January 6, 2009: In December, Congress passed a new law to help multi-employer pension plans ride out the financial crisis.
Most Teamster pension plans were hit hard by the meltdown on Wall Street. Teamster leaders and members demanded relief.
The Worker, Retiree, and Employer Recovery Act of 2008 loosens some of the strictest requirements of the Pension Protection Act and may prevent new cuts. But it gives no relief for Teamster members who are already dealing with cuts.
What’s changed, and what’s stayed the same? Teamsters for a Democratic Union consulted with pension experts to answer these questions.
What does the new law passed last month do?
The goal of the new law is to provide temporary relief to pension funds that are struggling to meet the funding requirements of the Pension Protection Act (PPA).
When the PPA went into affect on Jan. 1, 2008, many pension experts warned that its requirements were too strict—and that was before the meltdown on Wall Street.
The new law amends the PPA to loosen two restrictions:
- Funds can “freeze” their funding status from the previous year.
- Funds can extend their funding improvement plan by three years.
Under the PPA, pension funds must certify their funding level in three categories.
A fund is in the Green Zone if it is funded above 80 percent.
A fund in the Yellow Zone, or endangered status, is less than 80 percent funded.
The Red Zone, or critical status, means that the fund is seriously under-funded and also has a short-term credit balance deficiency (a technical calculation that indicates a more short-term problem than the funding level). Being under 65 percent funded will not automatically place a fund in the Red Zone.
The new changes means that a fund that was in the Green Zone last year can stay in the Green Zone even if its funding level has dropped below 80 percent.
What does a fund have to do if it’s in the Yellow or the Red Zone?
If a plan is in the Yellow or Red Zone, the plan trustees must approve a funding improvement plan to get the funding level up to 80 percent.
An improvement plan can include increasing employer contributions and decreasing future pension accruals.
Under the PPA, funds had ten to 15 years to get above 80 percent. The new law gives these funds three extra years to get to 80 percent.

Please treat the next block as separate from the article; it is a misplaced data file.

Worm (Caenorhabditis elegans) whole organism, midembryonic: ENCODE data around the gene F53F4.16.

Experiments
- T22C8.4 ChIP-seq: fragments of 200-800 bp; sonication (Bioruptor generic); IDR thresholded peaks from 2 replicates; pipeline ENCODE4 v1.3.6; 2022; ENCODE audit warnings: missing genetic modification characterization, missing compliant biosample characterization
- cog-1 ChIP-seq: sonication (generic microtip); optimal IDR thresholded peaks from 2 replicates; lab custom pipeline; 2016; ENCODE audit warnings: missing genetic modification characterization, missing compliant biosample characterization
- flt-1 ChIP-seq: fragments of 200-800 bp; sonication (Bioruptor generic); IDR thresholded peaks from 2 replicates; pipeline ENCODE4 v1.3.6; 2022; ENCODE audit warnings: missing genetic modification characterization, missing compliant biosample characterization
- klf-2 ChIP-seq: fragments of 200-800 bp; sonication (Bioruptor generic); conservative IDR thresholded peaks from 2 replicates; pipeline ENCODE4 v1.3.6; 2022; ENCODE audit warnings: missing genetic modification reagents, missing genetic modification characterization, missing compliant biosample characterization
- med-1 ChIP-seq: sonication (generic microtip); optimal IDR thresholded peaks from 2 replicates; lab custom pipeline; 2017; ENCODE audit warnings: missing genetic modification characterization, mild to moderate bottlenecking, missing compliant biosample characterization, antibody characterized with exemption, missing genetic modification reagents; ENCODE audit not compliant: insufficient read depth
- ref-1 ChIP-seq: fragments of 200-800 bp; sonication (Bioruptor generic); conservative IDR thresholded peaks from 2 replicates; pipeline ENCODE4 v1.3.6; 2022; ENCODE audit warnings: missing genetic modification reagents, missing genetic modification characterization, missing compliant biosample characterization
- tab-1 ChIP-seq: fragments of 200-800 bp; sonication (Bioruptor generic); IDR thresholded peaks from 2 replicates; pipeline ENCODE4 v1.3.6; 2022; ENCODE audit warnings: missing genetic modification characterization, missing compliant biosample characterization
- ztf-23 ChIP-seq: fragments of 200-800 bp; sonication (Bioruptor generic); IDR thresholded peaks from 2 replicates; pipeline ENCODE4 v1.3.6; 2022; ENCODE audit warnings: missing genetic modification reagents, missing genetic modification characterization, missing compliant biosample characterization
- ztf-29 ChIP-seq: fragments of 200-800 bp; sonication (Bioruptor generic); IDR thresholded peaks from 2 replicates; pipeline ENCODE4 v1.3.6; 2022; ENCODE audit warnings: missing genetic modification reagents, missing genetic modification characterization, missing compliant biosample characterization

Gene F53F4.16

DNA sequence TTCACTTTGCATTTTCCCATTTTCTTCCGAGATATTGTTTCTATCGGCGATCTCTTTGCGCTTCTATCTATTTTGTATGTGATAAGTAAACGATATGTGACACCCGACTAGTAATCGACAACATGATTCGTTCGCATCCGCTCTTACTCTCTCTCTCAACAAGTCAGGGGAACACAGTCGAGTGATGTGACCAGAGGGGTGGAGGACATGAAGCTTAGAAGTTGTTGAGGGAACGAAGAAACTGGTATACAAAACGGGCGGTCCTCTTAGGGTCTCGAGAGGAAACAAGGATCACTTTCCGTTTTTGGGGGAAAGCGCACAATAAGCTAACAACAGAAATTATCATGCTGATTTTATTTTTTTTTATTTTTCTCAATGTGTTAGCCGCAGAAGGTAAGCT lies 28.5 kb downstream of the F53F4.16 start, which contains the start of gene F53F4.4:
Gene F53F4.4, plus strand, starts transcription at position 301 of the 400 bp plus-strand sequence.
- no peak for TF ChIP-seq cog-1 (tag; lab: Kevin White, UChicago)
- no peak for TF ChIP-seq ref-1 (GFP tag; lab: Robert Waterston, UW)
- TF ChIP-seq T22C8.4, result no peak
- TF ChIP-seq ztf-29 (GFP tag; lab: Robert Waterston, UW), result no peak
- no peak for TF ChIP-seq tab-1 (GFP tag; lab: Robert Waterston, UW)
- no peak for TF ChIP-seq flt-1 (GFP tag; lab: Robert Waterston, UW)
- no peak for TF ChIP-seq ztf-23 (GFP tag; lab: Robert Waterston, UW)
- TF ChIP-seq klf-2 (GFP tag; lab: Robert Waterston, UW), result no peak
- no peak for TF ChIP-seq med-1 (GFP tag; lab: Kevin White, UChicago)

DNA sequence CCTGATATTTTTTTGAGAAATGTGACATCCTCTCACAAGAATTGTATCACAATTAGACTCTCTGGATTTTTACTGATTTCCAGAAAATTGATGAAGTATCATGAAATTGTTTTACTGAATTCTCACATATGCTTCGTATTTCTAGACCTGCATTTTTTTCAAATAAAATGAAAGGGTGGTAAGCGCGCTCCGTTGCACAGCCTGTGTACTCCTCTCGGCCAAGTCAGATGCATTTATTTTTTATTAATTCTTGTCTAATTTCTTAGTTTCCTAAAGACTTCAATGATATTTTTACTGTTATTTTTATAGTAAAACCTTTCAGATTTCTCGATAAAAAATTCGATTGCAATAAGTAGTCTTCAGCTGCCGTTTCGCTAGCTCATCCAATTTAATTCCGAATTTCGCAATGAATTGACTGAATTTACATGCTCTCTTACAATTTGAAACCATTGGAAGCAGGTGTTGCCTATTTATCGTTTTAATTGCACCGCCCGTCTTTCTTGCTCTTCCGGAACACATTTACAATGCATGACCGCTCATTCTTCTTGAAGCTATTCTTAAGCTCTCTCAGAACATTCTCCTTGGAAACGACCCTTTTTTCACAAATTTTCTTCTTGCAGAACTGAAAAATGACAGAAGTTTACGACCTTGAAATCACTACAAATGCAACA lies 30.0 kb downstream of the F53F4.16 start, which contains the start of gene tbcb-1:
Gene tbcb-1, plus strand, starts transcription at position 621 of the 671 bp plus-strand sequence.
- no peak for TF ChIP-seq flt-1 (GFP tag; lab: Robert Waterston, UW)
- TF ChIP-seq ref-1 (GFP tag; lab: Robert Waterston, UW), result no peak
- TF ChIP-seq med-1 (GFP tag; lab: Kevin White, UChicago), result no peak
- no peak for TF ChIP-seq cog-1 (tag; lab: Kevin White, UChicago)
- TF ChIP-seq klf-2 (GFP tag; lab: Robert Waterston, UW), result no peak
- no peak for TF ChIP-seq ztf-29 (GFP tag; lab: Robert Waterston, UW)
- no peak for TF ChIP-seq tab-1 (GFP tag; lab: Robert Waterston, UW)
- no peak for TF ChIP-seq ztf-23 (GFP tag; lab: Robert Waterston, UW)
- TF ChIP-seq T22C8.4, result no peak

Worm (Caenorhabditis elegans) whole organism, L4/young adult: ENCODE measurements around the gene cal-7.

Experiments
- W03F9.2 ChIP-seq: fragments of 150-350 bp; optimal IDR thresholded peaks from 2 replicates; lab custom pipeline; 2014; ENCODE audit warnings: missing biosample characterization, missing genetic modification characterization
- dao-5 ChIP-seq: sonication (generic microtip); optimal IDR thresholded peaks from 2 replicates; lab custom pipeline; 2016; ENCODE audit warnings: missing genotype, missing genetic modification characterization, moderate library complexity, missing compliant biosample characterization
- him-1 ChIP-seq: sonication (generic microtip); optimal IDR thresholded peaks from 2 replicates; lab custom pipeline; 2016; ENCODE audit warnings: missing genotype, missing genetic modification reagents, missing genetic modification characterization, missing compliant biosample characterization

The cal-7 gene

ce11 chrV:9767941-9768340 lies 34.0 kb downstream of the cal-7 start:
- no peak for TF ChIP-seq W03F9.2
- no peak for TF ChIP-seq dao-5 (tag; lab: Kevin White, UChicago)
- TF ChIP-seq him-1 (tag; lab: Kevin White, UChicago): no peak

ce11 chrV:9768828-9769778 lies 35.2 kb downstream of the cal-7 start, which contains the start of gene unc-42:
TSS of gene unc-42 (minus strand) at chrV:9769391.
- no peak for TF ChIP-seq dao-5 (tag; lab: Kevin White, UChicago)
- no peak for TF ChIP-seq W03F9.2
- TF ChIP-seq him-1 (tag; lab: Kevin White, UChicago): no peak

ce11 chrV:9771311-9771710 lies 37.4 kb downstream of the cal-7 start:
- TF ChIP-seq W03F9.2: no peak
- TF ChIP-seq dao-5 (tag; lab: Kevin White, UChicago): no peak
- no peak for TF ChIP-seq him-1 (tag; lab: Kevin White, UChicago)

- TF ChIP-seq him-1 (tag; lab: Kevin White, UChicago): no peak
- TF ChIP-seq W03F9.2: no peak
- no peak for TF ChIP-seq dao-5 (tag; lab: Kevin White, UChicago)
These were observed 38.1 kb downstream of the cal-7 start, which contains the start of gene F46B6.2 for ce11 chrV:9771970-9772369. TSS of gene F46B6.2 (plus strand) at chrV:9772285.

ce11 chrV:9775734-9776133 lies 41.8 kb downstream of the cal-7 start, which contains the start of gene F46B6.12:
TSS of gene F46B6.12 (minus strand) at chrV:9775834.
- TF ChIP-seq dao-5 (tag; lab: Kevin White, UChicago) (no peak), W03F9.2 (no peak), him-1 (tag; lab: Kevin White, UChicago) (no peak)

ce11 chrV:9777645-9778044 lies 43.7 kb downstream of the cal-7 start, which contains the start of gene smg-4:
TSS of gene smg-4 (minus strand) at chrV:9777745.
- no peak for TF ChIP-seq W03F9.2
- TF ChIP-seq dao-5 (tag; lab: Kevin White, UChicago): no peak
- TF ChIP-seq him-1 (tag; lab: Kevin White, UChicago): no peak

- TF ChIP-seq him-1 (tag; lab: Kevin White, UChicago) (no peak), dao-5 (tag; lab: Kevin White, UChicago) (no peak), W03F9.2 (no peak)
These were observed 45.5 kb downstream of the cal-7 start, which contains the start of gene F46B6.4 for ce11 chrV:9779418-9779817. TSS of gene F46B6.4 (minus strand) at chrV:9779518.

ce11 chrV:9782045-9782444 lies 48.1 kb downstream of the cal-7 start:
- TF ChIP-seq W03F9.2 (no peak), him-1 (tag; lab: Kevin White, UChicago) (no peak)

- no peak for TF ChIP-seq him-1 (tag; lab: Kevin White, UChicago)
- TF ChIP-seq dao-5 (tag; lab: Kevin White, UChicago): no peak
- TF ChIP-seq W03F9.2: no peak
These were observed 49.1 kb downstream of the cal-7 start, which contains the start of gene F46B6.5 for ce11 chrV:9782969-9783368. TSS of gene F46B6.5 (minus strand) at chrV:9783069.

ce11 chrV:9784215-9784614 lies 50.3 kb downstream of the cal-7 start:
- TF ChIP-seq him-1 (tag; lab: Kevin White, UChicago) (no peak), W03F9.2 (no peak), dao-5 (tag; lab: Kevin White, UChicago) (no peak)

Will the new law mean an end to some of the cuts that were made?
No. The purpose of this change is to give funds an extra year to make up their losses from 2008—not to end pension cuts that are already in place.
In 2008, some funds, like the Local 355 pension fund, cut benefits in order to stay in the Green Zone. These funds can stay in the Green Zone for an additional year—and the trustees of these funds can vote to eliminate the pension cuts at any time.
When will I know if my fund is making any changes this year?
Funds have until 120 days after the start of their plan year to announce their funding status. Most plans start their plan year on Jan. 1.
We expect most funds to keep their funding status from last year.
How can I find out more about how my fund is doing?
Each year, your pension fund must release a Form 5500 document that shows its assets, liabilities, and funding level. You have the right to request this document from your pension fund.
TDU members lobbied for and won access to new information from our funds under the PPA, including actuarial reports, financial reports from investment managers and fiduciaries, and certain other information.
The PPA gives members access to this information to encourage members and retirees to watch dog our funds. TDU members have already obtained this information for many Teamster funds. Contact TDU to help gain access to the information from your fund.
Are more changes needed?
The freeze in funding status in the new law only applies for one year. Funds will need additional protection if the recovery is as slow as many economists predict.
Congress spent $700 billion to bail out Wall Street. None of that money went to help protect the pension funds that provide benefits for millions of workers and their families. Teamster members still need change to restore the cuts made after 9/11.
Change is most likely to come when Teamsters members are organized and speak out. You can help by joining TDU and getting involved in our work to protect our pensions. Call or email TDU to find out how you can help.
Do you have a question about how the new pension law will affect your fund? Click here to send your question to TDU and an organizer will contact you.
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